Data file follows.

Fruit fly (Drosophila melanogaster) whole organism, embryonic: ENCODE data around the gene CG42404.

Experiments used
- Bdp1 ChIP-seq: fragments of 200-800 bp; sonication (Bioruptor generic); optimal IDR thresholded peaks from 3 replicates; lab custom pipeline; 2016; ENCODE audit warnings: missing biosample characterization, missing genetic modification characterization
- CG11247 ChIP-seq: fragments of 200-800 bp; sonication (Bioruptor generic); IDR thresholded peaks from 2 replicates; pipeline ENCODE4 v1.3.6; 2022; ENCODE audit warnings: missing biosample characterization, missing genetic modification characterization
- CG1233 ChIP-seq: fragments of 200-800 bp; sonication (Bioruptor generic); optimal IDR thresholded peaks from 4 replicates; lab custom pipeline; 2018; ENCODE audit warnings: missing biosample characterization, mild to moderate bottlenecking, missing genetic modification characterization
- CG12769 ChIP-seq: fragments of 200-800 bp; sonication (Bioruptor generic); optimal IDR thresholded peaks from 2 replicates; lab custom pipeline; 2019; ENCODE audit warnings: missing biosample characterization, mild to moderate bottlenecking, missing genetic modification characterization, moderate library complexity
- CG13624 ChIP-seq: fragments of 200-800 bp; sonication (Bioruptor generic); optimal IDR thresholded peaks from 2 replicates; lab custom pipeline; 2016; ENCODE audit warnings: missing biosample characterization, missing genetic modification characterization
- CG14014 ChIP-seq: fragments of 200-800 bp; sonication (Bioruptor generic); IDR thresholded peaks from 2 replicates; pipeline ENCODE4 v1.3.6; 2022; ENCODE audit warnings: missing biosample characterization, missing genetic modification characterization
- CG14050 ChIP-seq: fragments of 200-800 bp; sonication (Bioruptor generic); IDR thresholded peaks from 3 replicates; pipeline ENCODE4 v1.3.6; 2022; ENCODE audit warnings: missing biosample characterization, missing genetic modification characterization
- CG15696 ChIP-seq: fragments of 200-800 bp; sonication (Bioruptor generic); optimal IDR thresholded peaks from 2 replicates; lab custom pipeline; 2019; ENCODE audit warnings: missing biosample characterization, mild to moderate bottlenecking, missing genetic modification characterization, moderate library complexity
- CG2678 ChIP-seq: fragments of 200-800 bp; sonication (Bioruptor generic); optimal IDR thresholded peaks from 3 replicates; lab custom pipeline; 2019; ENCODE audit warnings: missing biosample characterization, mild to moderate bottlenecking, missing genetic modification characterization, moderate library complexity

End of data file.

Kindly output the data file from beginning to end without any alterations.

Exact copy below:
Fruit fly (Drosophila melanogaster) whole organism, embryonic: ENCODE data around the gene CG42404.

Experiments used
- Bdp1 ChIP-seq: fragments of 200-800 bp; sonication (Bioruptor generic); optimal IDR thresholded peaks from 3 replicates; lab custom pipeline; 2016; ENCODE audit warnings: missing biosample characterization, missing genetic modification characterization
- CG11247 ChIP-seq: fragments of 200-800 bp; sonication (Bioruptor generic); IDR thresholded peaks from 2 replicates; pipeline ENCODE4 v1.3.6; 2022; ENCODE audit warnings: missing biosample characterization, missing genetic modification characterization
- CG1233 ChIP-seq: fragments of 200-800 bp; sonication (Bioruptor generic); optimal IDR thresholded peaks from 4 replicates; lab custom pipeline; 2018; ENCODE audit warnings: missing biosample characterization, mild to moderate bottlenecking, missing genetic modification characterization
- CG12769 ChIP-seq: fragments of 200-800 bp; sonication (Bioruptor generic); optimal IDR thresholded peaks from 2 replicates; lab custom pipeline; 2019; ENCODE audit warnings: missing biosample characterization, mild to moderate bottlenecking, missing genetic modification characterization, moderate library complexity
- CG13624 ChIP-seq: fragments of 200-800 bp; sonication (Bioruptor generic); optimal IDR thresholded peaks from 2 replicates; lab custom pipeline; 2016; ENCODE audit warnings: missing biosample characterization, missing genetic modification characterization
- CG14014 ChIP-seq: fragments of 200-800 bp; sonication (Bioruptor generic); IDR thresholded peaks from 2 replicates; pipeline ENCODE4 v1.3.6; 2022; ENCODE audit warnings: missing biosample characterization, missing genetic modification characterization
- CG14050 ChIP-seq: fragments of 200-800 bp; sonication (Bioruptor generic); IDR thresholded peaks from 3 replicates; pipeline ENCODE4 v1.3.6; 2022; ENCODE audit warnings: missing biosample characterization, missing genetic modification characterization
- CG15696 ChIP-seq: fragments of 200-800 bp; sonication (Bioruptor generic); optimal IDR thresholded peaks from 2 replicates; lab custom pipeline; 2019; ENCODE audit warnings: missing biosample characterization, mild to moderate bottlenecking, missing genetic modification characterization, moderate library complexity
- CG2678 ChIP-seq: fragments of 200-800 bp; sonication (Bioruptor generic); optimal IDR thresholded peaks from 3 replicates; lab custom pipeline; 2019; ENCODE audit warnings: missing biosample characterization, mild to moderate bottlenecking, missing genetic modification characterization, moderate library complexity